Petitioners challenged the emergency regulations upon the ground that they intruded upon the Legislature's policy-making authority and violated the separation of powers doctrine. In that regard, “[a] legislature may enact a general statutory provision and delegate power to an agency to fill in the details, as long as reasonable safeguards and guidelines are provided to the agency” (Greater N.Y. Taxi Assn. v. New York City Taxi & Limousine Commn., 25 N.Y.3d 600, 608, 15 N.Y.S.3d 725, 36 N.E.3d 632 ; accord Matter of Sugarman v. New York State Bd. of Elections, 190 A.D.3d 1228, 1229, 140 N.Y.S.3d 328 ; see Boreali v. Axelrod, 71 N.Y.2d 1, 10, 523 N.Y.S.2d 464, 517 N.E.2d 1350 ). In assessing whether the Council and the Commissioner went beyond the guidelines set by the Legislature in issuing the emergency regulations, the pertinent factors are whether they “(1) operated outside of [their] proper sphere of authority by balancing competing social concerns in reliance solely on [their] own ideas of sound public policy; (2) engaged in typical, interstitial rulemaking or wrote on a clean slate, creating [their] own comprehensive set of rules without benefit of legislative guidance; (3) acted in an area in which the Legislature has repeatedly tried — and failed — to reach agreement in the face of substantial public debate and vigorous lobbying by a variety of interested factions; and (4) applied [their] special expertise or technical competence to develop the challenged regulations” (Matter of Acevedo v. New York State Dept. of Motor Vehs., 132 A.D.3d 112, 119, 14 N.Y.S.3d 790  [internal quotation marks, brackets and citations omitted], affd 29 N.Y.3d 202, 54 N.Y.S.3d 614, 77 N.E.3d 331 ; accord Matter of Sugarman v. New York State Bd. of Elections, 190 A.D.3d at 1229, 140 N.Y.S.3d 328; see Boreali v. Axelrod, 71 N.Y.2d at 12–14, 523 N.Y.S.2d 464, 517 N.E.2d 1350).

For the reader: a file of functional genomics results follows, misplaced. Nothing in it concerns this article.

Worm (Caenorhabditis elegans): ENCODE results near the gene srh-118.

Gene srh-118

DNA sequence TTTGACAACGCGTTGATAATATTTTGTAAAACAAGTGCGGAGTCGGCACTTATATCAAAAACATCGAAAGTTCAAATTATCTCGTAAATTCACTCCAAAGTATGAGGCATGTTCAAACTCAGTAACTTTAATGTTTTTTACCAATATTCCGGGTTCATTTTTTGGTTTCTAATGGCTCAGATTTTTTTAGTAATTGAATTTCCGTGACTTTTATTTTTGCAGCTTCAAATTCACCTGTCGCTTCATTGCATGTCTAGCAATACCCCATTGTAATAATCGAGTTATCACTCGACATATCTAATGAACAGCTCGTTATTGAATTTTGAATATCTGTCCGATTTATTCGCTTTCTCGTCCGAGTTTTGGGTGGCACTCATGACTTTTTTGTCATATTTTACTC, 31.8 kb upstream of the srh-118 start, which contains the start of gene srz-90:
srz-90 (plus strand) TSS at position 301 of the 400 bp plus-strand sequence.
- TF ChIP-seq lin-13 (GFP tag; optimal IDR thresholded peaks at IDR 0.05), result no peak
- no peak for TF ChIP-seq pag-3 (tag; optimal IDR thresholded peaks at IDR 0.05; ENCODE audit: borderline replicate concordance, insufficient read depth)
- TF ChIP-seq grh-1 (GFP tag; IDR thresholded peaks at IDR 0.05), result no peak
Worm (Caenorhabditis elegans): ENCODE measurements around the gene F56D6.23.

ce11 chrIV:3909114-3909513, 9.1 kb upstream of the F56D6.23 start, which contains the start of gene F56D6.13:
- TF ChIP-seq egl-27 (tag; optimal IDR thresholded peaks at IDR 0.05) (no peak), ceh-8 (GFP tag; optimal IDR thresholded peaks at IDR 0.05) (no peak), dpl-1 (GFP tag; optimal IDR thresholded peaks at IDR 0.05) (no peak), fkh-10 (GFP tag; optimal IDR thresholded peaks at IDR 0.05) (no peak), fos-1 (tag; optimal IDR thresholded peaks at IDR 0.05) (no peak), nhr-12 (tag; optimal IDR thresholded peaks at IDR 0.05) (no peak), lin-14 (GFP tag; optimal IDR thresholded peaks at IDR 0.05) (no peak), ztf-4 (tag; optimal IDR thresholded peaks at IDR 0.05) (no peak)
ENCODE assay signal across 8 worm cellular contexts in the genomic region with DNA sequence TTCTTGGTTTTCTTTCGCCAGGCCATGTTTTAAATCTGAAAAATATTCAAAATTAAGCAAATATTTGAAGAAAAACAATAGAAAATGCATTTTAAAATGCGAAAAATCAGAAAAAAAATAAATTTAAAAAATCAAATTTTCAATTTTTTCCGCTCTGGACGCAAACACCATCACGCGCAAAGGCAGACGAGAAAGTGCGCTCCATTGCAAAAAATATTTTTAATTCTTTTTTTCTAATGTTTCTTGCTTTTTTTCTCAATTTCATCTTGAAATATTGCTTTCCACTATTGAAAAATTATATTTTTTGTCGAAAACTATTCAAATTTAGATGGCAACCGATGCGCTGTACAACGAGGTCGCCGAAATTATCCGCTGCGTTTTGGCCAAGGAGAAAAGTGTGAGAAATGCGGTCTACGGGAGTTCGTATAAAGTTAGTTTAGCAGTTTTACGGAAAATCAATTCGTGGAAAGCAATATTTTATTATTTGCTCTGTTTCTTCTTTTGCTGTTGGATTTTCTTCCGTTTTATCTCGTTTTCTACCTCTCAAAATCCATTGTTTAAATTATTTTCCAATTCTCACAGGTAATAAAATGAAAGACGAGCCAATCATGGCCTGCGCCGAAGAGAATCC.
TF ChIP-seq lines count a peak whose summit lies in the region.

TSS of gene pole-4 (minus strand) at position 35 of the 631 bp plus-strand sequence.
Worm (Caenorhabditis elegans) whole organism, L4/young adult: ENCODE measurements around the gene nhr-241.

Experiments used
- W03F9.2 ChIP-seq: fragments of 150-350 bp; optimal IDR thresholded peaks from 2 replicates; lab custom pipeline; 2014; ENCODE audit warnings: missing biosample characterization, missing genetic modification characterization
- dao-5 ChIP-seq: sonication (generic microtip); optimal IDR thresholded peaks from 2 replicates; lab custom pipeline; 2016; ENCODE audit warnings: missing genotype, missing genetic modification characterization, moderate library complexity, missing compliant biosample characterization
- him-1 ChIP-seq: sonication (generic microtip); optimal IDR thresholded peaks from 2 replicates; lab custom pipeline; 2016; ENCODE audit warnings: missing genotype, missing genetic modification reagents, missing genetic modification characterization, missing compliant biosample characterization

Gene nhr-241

With regard to the first factor, the Council is empowered to create regulations “deal[ing] with any matters affecting the security of life or health or the preservation and improvement of public health in the state of New York” with the Commissioner's approval (Public Health Law § 225[a]), and that broad grant of authority has been upheld given the impracticability of “prescrib[ing] detailed rules” for the “infinitely variable conditions” that present threats to public health (Chiropractic Assn. of N.Y., Inc. v. Hilleboe, 12 N.Y.2d 109, 120–121, 237 N.Y.S.2d 289, 187 N.E.2d 756 ; see Matter of New York State Socy. of Surgeons v. Axelrod, 77 N.Y.2d 677, 683, 569 N.Y.S.2d 922, 572 N.E.2d 605 ). Emergency regulations banning the manufacture and sale of the flavored vape liquids preferred by children and contributing to the sharp increase of vaping among them, with its accompanying health impacts, were accordingly within that grant of authority – and reflected concerns for which the record contains factual support – and the regulations did not obviously attempt to address other policy goals beyond the related public health dilemma of discouraging youth vaping while leaving options open for adults who believed that vaping could help them quit cigarette smoking (compare Garcia v. New York City Dept. of Health & Mental Hygiene, 31 N.Y.3d 601, 611–613, 81 N.Y.S.3d 827, 106 N.E.3d 1187 , and Chiropractic Assn. of N.Y., Inc. v. Hilleboe, 12 N.Y.2d at 114–118, 237 N.Y.S.2d 289, 187 N.E.2d 756, with Matter of New York Statewide Coalition of Hispanic Chambers of Commerce v. New York City Dept. of Health & Mental Hygiene, 23 N.Y.3d 681, 697–698, 992 N.Y.S.2d 480, 16 N.E.3d 538 , and Boreali v. Axelrod, 71 N.Y.2d at 12–13, 523 N.Y.S.2d 464, 517 N.E.2d 1350).